$0 – $10

The Oldest American-Made Piano Finds a Voice

Actions and Detail Panel

$0 – $10

Event Information

Share this event

Date and time

Location

Location

Online event

Refund policy

Refund policy

Contact the organizer to request a refund.

Eventbrite's fee is nonrefundable.

Event description
Join the Moravian Historical Society as we share the results of a remarkable project!

About this event

The Moravian Historical Society is excited to share the results of a remarkable project—to build a working, playable replica of the 18th century upright piano in our collection. The original instrument is believed to be the oldest extant American-made piano, a powerful example of the importance of music to the Moravian settlers in colonial America.

For two weeks in November 2019, John Watson, Tom Winter, and Michele Winter conducted an on-site examination of the original piano with the intention of both uncovering the instrument’s history and creating a playable replica for the Moravian Historical Society. After nearly a full year of work, the replica is complete and is now on display in our museum.

Through the process of examination and documentation we heard the original tell its story. Through the replica we hear its song. Join the Moravian Historical Society along with the research team on Zoom as we share the research process and what was discovered. You’ll also have the opportunity to hear the reproduction.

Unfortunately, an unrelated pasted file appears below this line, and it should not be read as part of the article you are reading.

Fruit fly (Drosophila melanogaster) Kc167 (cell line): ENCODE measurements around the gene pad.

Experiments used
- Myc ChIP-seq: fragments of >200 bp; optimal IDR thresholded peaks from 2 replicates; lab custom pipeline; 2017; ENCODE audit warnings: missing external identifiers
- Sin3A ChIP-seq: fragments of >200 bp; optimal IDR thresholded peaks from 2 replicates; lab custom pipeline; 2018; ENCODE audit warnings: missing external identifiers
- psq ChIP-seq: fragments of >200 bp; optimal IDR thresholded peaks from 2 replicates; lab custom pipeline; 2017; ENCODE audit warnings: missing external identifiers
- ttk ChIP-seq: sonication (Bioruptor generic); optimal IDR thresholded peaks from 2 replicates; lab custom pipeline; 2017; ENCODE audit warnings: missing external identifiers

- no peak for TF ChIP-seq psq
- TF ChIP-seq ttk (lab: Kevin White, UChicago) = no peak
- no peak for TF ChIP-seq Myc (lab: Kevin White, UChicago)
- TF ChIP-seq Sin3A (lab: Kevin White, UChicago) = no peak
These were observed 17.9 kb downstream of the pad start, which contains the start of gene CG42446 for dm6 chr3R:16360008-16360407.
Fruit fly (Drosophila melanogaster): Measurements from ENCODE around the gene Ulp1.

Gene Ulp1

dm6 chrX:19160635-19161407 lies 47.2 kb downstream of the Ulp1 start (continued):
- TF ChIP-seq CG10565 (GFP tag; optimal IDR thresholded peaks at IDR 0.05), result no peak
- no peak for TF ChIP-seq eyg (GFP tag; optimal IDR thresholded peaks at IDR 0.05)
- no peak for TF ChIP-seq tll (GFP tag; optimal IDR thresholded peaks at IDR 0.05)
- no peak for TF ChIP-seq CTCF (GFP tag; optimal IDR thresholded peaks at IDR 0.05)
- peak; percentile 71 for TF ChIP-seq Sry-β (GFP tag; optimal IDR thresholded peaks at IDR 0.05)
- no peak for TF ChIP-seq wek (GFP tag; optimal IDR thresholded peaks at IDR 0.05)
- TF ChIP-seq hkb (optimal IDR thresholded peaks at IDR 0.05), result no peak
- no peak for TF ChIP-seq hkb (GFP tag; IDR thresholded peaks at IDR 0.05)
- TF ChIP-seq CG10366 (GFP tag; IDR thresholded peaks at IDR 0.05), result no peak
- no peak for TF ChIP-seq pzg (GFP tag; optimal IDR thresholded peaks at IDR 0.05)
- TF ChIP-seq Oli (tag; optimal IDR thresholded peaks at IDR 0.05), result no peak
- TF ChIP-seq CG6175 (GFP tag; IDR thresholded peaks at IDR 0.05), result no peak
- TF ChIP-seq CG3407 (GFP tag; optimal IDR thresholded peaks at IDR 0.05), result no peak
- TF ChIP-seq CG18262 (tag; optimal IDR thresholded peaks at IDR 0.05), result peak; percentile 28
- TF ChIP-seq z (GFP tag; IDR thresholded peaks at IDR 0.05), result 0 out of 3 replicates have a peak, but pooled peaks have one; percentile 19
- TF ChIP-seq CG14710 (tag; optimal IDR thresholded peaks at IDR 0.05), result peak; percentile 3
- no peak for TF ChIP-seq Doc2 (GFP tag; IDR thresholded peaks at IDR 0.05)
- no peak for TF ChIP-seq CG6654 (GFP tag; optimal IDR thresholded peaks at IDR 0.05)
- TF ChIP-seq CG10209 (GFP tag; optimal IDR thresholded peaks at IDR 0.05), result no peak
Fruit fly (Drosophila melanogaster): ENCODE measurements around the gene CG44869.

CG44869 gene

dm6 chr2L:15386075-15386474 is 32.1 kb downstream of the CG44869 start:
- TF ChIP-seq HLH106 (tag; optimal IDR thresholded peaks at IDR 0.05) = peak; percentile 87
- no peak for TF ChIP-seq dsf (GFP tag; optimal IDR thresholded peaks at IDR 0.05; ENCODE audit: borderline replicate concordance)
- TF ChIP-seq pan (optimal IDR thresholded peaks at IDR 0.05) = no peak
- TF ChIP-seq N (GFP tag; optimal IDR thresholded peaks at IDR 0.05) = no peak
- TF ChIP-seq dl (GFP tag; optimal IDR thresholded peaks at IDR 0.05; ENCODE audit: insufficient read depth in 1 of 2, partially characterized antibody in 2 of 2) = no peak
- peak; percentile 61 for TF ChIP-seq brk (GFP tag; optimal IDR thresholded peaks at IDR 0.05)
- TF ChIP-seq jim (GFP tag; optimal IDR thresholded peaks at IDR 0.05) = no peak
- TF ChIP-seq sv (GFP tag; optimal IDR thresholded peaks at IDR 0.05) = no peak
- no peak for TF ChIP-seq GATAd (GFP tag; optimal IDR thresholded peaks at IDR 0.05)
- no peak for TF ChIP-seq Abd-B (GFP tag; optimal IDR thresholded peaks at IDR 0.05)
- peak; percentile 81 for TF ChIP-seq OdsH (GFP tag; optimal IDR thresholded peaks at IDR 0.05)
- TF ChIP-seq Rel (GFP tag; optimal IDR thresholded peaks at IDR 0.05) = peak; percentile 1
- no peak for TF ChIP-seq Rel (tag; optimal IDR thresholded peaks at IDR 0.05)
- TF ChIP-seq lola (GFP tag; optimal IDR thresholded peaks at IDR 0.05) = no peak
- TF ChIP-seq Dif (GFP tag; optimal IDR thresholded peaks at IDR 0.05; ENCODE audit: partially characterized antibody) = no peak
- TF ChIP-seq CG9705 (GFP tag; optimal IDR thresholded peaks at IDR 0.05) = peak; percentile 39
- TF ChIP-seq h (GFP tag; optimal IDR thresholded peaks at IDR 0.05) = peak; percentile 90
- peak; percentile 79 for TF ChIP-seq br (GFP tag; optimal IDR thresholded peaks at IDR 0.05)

Thomas Winter builds, conserves, and restores early keyboard instruments at his workshop in San Francisco. He began building and restoring historical instruments in 1972. His projects include working in the Conservation and Collections Department at Colonial Williamsburg, work on a clavichord attributed to Philip Jacob Specken, circa 1740, and work on a grand piano by Erard, 1854.

John Watson is an independent conservator and maker of early keyboard instruments. He retired in 2016 from The Colonial Williamsburg Foundation (CWF) where he served as conservator and curator of musical instruments since 1988. His research on issues in musical instrument conservation resulted in two books. His 2018 reconstruction of George Washington’s 1793 Mount Vernon harpsichord, now exhibited at Mount Vernon, was his 33rd reproduction keyboard instrument.

John Watson, Thomas Winter, and Michele Winter, publish and administer Clinkscale Online, an online research database containing nearly 8000 pianos built before 1860.

Share with friends

Date and time

Location

Online event

Refund policy

Contact the organizer to request a refund.

Eventbrite's fee is nonrefundable.

Save This Event

Event Saved